Branches, Mt. Williamson

Branches, Mt. Williamson

We started at Islip Saddle at about 5:30am, after having stashed water at stops along the way.

The run began with a nearly 2 mile climb up Mt. Williamson. It was a beautiful run as the sun was rising. I took the lead, which was probably not a good idea since I chronically get lost, but made sure that I never got more than 50 feet ahead of the next runner.

Near the top, I turned and looked back frequently. The last time I looked back, there was nobody behind me. I ran a bit back down. Still no one. I hollered. No reply. Down further, looking for the turn I’d evidently missed, but I couldn’t see it.

It was too early and too beautiful to get annoyed or worried. I decided to run back down the way we’d come, and then run the 2 highway down to the point where we’d cross the highway and pick up the trail on the other side.

I didn’t remember the length of the run down Mt. Williamson, and wasn’t sure whether or not Anibal and Jose would be ahead of me or behind me. I waited at the highway crossing for a few minutes but couldn’t spot anyone descending Williamson. I turned and ran the trail up the Scenic Mound.

After a point, the trail spills the runners out onto the 2 again, and there we run along the shoulder for 2 miles or so, bypassing a stretch of canyon that is the protected home of a nearly extinct frog. Still no sign of the boys. I decided to skip the descent into Cooper Canyon, in part because I was not sure I could remember the way out, and in part because I figured I’d get ahead of the boys by doing this, and wait for them at Cloudburst.

From Cloudburst begins the most runnable stretch of the race, a mostly gentle downhill 5 mile stretch that parallels the 2, bringing us into Three Points.

The week before had been a busy one. I’d skipped a few meals along the way. I also hadn’t slept much the night before. My tank was pretty much on empty. This combined with the altitude and, perhaps, with a little tension from having lost my fellow runners for a few hours so early in the day, and suddenly my heart rate ramped up high.

This pounding and erratic heartbeat has happened once or twice before, and the solution has always been to stop, rest for a bit, and let it drop back down to normal. I dialed my running back to slow, and took a little longer when we stopped for water. I was still revving high, but things felt stable.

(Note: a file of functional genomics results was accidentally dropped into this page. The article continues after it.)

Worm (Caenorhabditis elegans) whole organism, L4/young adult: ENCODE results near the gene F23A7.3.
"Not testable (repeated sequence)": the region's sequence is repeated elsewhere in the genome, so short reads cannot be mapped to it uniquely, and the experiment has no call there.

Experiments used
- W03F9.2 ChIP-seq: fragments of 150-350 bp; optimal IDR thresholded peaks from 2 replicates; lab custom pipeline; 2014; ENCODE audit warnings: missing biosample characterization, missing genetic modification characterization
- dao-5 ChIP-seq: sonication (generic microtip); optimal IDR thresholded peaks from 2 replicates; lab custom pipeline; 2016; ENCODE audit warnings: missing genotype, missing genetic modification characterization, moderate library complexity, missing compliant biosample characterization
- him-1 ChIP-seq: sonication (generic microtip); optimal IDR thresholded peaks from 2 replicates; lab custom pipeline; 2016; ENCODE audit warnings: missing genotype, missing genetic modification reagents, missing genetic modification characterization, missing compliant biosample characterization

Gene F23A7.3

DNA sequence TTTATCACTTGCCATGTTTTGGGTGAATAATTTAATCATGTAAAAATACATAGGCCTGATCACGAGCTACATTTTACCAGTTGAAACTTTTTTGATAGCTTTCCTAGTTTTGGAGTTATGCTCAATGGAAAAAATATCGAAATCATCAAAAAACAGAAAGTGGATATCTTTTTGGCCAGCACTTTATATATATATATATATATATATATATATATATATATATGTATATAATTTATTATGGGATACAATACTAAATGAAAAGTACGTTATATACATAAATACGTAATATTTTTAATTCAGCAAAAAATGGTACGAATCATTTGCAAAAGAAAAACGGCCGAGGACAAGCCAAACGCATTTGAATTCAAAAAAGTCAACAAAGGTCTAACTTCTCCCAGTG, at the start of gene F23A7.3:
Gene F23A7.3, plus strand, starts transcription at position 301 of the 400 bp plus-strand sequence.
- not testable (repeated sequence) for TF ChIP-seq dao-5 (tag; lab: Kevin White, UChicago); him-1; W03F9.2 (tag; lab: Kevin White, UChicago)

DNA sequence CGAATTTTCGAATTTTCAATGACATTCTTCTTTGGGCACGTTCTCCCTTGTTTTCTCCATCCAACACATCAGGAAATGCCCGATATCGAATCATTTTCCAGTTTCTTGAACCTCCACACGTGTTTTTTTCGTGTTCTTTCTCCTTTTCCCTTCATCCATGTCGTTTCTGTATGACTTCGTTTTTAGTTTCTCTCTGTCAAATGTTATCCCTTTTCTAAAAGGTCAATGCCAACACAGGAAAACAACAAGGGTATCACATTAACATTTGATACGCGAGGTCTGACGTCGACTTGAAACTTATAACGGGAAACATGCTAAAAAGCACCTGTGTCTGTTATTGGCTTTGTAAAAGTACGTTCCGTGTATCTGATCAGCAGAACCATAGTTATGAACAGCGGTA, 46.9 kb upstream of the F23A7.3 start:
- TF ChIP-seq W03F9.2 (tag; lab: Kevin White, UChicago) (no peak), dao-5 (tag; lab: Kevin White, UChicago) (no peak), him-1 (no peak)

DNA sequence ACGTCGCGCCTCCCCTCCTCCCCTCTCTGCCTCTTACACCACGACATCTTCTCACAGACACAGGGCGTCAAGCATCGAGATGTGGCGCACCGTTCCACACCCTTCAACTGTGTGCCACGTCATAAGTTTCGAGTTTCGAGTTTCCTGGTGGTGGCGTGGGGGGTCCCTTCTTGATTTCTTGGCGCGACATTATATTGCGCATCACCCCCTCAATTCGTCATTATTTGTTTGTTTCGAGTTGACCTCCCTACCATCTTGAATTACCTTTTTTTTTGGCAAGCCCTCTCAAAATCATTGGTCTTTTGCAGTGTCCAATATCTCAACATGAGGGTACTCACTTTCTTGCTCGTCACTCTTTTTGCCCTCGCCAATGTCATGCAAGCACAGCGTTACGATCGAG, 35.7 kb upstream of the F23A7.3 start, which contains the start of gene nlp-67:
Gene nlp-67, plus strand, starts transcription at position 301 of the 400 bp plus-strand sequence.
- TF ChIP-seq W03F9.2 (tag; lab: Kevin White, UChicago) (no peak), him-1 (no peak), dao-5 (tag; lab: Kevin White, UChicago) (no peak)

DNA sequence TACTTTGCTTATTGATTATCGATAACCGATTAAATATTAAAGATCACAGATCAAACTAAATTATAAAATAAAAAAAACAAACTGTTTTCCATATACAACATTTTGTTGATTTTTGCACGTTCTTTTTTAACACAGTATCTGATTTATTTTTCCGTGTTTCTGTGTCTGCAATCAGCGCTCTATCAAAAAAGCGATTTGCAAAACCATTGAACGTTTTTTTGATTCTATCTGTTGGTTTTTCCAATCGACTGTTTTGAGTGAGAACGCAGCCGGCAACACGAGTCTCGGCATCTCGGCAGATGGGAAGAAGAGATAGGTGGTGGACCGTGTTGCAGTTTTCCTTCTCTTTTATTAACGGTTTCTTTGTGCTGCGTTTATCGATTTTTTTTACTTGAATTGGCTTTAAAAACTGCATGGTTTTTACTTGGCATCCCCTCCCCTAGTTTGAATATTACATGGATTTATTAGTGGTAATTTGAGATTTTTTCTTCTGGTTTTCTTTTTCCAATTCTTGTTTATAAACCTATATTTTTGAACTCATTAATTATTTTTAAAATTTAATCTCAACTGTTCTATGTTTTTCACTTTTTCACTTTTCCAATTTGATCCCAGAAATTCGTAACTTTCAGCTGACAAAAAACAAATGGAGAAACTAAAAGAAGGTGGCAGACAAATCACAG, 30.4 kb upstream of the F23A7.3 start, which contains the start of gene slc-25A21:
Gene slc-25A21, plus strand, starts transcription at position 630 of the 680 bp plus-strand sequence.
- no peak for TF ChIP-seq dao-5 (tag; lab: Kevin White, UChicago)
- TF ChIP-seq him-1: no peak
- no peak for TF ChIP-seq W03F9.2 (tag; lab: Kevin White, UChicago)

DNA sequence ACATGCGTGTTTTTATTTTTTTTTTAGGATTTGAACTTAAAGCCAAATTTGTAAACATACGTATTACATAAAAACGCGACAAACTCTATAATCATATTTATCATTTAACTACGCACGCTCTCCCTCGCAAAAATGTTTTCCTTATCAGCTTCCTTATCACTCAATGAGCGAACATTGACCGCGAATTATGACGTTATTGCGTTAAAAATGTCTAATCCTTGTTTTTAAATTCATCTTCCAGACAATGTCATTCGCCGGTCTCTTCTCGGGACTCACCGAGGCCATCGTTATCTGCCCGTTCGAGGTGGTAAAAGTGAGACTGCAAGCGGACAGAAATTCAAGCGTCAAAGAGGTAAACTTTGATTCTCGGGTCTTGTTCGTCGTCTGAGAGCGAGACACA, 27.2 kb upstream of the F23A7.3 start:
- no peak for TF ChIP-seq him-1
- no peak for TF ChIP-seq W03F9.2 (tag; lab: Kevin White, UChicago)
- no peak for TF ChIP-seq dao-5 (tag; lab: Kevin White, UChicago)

We descended down towards Sulpher Springs and ran into race director Hal Winton, who was out with a friend and a chainsaw, clearing trees that were downed on the trail. We stopped and talked for a while. Hal was wearing his Western States belt buckle. Jose buckled at WS in 2010, and commented on how much different his buckle was from Hal’s 1989 (or was it 1986) buckle.

I never was able to get it back after the break. My heart beat was ragged, and I was gassed. We ran a few miles of road and then came the climb up Mt. Hillyer and through the Fred Flintstones Scenic Wonderland. I should have been paying more attention to the course, but all I could think about was making my way down to Chilao.

At Chilao I decided to take the road back to Shortcut rather than run the trail. There were two reasons for this. The first was that I wanted to avoid anything that was going to get my heart pumping, like the short, steep climb up to Shortcut. Unsaid was that I wanted to avoid the poodle dog bush I expected to be quite overgrown in that stretch.

The run along the road took longer than I expected. During it, I spent a lot of time in my head, pretty much convincing myself I needed to drop from the race because clearly I did not have the fitness to finish it if I couldn’t even knock out a simple 36 miler without trouble. I wasn’t considering the extraordinary circumstances – something had clearly gone wrong, probably due to no sleep and poor nutrition and my body was not in shape to run. I stopped to ask a pair of CHP officers if they knew how much further I had to go to Shortcut. They looked my up and down, considering whether or not I needed to be searched and arrested – I think this is the way cops tend to view all civilians – and then told me they had no idea what I was talking about but that there was a Shortcut Station down on Tujunga about 10 miles away. I stopped and asked a guy on a motorcycle. He wasn;t from the area and had no idea what I was talking about. I asked a cyclist. He didn’t know either. It occured to me that there were a lot of people up in the mountains that day who had no idea where they were, and only knew where they were going.

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